If you have been hurt because of someone else's negligence or recklessness, whether it be in a car accident, a slip and fall, or other accident, you may be thinking of filing a personal injury claim against the responsible party. That is your right. After all, if you are successful in a personal injury case, you are entitled to monetary damages for your losses. However, what many people may not realize is that there may be a cap on damages in a personal injury claim, but it depends on the state and other factors.
In this article, we will lay out information about damages in Connecticut personal injury cases. While this information will help you better understand injury cases, consulting with an experienced personal injury lawyer in CT, such as Brandon J. Broderick, is recommended.
Types of Damages in CT Personal Injury Cases
Damages are the expenses related to an accident that are awarded to an injured party in personal injury claims. The parties may decide on the amount of damages awarded during settlement negotiations, or by a judge or a jury if the case is taken to trial.
Below is a list of typical damages in situations in personal injury claims, including car accidents:
- Property damage: If your vehicles, possessions, or any other objects were damaged as a result of the accident, property damages may be recovered.
- Medical costs: The price of all medical treatments related to the accident can be recovered.
- Lost wages: The amount of money you would have made between the time of the injury and the date of settlement or judgment is represented by lost wages as damages.
- Pain and suffering: Damages for past and future pain and suffering related to the accident include both mental and physical suffering.
- Punitive damages: If the other party intentionally or recklessly caused an accident, punitive damages may be awarded. This is also called double or treble damages. Under certain circumstances, this may be awarded to an injured party in the amount of two or three times the victim's actual damages to hold a person accountable for their actions.
Damage Caps Explained
Damage caps are legal requirements set by the state. Non-economic damages that may be granted in a personal injury claim are impacted by these statutes. However, claims for medical malpractice are subject to a $250,000 federal level damage cap.
To make sure that compensation decisions are based on merit and not emotion, damage caps were established. Punitive damages are meant to "punish" the party who has intentionally caused harm or injury to a victim, but is determined by the circumstances of the incident.
The expenses related to high value rewards are another factor. For instance, a doctor's insurance company would pay the punitive damages in a medical negligence case. In exchange, they would increase prices for that doctor and all others. Inflation's domino effect would punish the economy as well as the offender, rather than just the offender. As a result, states have implemented damage caps to counteract the inflation problem.
Damages Caps in CT Personal Injury Cases
Damage caps for economic or non-economic damages in personal injury cases are not imposed in Connecticut. In some severe personal injury cases, punitive damages are permitted. Specifically, Connecticut allows punitive damages in cases of medical malpractice, but the amount awarded is limited to the actual costs of the case and the attorney's fees.
Attorney fees in a personal injury case are subject to limits. These are determined by the size of the award, and the contingency fee for the attorneys is also modified accordingly. These amounts may occasionally be exempted from payment, but only in special circumstances that arise after 2005, and even then, the 33-1/3 percent cap remains in effect.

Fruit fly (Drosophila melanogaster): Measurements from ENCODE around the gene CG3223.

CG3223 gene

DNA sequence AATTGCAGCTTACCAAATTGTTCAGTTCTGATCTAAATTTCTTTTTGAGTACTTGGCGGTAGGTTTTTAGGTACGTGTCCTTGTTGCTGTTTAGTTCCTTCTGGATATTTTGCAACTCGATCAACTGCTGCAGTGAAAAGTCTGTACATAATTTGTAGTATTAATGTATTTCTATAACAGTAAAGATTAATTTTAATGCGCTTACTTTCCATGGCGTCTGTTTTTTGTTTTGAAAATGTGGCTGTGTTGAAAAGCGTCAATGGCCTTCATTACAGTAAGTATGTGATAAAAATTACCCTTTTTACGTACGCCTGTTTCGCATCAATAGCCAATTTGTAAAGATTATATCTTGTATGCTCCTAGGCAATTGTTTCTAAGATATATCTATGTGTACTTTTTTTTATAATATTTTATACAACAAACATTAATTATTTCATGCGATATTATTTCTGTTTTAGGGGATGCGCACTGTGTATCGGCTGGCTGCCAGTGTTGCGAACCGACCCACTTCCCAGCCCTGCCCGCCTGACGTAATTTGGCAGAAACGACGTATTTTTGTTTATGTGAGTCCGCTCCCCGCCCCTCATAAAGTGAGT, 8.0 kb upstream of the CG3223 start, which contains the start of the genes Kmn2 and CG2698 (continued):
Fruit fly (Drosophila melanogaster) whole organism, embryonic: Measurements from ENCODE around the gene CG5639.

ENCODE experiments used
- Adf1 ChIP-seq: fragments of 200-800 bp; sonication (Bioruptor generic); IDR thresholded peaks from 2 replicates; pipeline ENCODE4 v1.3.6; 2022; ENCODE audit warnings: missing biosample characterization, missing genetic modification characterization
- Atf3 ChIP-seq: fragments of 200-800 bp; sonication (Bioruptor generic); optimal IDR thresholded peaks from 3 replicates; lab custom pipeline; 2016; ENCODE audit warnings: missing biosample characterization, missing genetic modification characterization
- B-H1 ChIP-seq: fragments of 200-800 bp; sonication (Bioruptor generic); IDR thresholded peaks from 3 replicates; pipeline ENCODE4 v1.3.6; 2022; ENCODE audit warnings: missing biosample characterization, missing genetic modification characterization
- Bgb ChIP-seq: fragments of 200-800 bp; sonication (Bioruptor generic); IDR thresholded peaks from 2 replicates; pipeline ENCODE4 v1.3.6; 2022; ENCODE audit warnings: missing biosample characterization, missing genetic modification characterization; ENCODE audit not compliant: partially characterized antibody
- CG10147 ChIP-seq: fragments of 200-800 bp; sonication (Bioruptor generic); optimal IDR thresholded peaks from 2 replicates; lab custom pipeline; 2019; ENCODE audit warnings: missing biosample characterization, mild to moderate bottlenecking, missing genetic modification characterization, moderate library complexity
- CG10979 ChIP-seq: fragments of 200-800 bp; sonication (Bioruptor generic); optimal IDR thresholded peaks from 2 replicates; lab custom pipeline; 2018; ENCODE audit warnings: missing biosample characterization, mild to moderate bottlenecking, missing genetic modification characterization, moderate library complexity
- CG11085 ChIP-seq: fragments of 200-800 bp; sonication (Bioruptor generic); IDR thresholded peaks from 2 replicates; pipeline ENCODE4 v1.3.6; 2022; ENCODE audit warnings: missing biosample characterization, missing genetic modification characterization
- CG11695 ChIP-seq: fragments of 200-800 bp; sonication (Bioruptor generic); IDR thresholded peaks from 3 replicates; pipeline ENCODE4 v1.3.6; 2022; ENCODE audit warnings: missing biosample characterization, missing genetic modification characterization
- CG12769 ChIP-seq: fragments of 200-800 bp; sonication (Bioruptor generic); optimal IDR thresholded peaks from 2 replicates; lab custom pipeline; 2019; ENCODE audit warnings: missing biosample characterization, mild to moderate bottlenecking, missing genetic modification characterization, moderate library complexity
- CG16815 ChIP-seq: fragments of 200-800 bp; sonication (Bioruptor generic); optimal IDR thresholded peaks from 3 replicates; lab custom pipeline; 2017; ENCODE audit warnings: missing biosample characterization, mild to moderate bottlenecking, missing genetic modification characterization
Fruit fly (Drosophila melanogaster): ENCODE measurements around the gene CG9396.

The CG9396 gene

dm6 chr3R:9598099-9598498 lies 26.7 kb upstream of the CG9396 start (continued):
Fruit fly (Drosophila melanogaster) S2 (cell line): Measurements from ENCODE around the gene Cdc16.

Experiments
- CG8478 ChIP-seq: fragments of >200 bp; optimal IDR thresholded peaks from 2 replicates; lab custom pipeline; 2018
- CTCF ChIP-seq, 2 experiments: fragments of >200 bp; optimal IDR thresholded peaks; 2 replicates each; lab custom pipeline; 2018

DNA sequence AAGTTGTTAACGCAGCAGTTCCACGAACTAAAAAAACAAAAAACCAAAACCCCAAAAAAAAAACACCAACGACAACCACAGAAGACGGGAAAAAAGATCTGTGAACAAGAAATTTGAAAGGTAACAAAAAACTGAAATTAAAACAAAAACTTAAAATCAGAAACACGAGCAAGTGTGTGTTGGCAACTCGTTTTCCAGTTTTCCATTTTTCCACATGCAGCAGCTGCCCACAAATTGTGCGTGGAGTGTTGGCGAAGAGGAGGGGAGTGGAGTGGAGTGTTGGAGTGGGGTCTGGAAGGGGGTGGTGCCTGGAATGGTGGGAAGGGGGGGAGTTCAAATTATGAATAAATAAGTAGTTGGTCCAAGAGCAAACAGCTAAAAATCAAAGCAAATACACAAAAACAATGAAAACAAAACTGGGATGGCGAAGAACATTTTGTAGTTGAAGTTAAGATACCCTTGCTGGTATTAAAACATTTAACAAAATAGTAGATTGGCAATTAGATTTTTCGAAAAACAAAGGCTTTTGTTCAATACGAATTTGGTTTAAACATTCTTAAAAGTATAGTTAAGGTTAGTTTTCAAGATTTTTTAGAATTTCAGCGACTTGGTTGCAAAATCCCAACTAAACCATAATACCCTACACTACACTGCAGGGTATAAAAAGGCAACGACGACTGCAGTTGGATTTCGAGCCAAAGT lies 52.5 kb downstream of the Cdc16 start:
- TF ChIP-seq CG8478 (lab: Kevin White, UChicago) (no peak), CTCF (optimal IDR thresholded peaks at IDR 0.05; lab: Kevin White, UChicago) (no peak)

Connecticut's Modified Comparative Negligence
When it comes to situations involving car accident compensation, Connecticut uses a modified version of the comparative negligence standard. As long as you are not entirely to blame, you would be eligible to get compensation under this rule. However, the court will not let you receive any damages if you are 50% or more at fault.
For example, consider this: a jury rules that the total amount of damages is $100,000 during a personal injury trial. They also found that your percentage of fault was 10%, while the other driver's was 90%. In this particular situation, you would be entitled to get $90,000, or 90% of the $100,000 award. This is also referred to as shared fault.
Time Limits To File Connecticut Injury Lawsuits
A rule known as the statute of limitations establishes the amount of time you have to bring a lawsuit in every state for all types of claims that can be considered in civil court. A personal injury lawsuit in Connecticut must be filed within two years of the date the injury occurred. This deadline is important to your rights because you will forfeit your chance to have your case heard if you don't file your lawsuit before Connecticut's two-year filing window expires.
Filing as soon as you can is advised, but you should consult with a personal injury attorney before doing so.
Time Limited For Claims Against Governmental Bodies
Your intention to file a lawsuit must be disclosed to a city or county within six months. A claim against the state must be reported to the State Claims Commissioner within a year.
Consult a lawyer if you have questions.
Consult the Personal Injury Attorneys at Brandon J. Broderick
A personal injury lawyer should be consulted if you have been injured and want to file a claim for damages. The team at Brandon J. Broderick, Attorney at Law, has represented thousands of clients across the state of Connecticut. Our attorneys will evaluate your situation and determine if economic, non-economic, and punitive damages might apply.
Call our offices today to arrange a free case evaluation.